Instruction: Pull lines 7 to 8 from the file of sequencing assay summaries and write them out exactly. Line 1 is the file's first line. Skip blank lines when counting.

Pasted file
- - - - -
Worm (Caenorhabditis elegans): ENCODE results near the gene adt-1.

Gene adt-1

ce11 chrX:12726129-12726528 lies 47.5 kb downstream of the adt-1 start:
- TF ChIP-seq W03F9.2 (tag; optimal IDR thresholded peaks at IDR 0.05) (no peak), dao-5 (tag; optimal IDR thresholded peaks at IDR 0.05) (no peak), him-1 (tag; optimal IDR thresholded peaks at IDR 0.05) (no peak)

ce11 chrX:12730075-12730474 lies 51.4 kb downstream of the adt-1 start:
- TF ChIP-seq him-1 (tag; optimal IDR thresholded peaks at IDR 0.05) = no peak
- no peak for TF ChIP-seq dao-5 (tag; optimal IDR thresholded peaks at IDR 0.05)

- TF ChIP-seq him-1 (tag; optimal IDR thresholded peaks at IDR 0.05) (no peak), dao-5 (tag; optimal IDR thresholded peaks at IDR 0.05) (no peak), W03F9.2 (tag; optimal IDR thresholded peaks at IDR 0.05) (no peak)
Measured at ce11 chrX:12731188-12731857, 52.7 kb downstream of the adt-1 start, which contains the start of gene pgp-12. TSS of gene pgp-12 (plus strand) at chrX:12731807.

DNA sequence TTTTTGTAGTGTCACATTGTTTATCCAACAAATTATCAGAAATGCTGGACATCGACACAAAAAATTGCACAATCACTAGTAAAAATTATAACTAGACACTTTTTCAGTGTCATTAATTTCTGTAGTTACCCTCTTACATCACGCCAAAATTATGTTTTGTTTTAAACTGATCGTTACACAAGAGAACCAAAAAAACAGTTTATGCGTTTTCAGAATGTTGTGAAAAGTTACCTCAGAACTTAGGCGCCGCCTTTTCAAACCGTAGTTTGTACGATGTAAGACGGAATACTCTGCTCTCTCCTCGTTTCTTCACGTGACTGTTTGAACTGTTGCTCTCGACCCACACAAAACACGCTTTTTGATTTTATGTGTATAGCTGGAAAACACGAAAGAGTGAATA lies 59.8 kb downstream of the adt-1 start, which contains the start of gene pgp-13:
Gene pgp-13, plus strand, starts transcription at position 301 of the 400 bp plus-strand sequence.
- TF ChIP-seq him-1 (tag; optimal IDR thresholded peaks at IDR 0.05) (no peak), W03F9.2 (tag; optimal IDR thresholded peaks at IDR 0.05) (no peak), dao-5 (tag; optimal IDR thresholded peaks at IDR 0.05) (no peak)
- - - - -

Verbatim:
- no peak for TF ChIP-seq dao-5 (tag; optimal IDR thresholded peaks at IDR 0.05)

- TF ChIP-seq him-1 (tag; optimal IDR thresholded peaks at IDR 0.05) (no peak), dao-5 (tag; optimal IDR thresholded peaks at IDR 0.05) (no peak), W03F9.2 (tag; optimal IDR thresholded peaks at IDR 0.05) (no peak)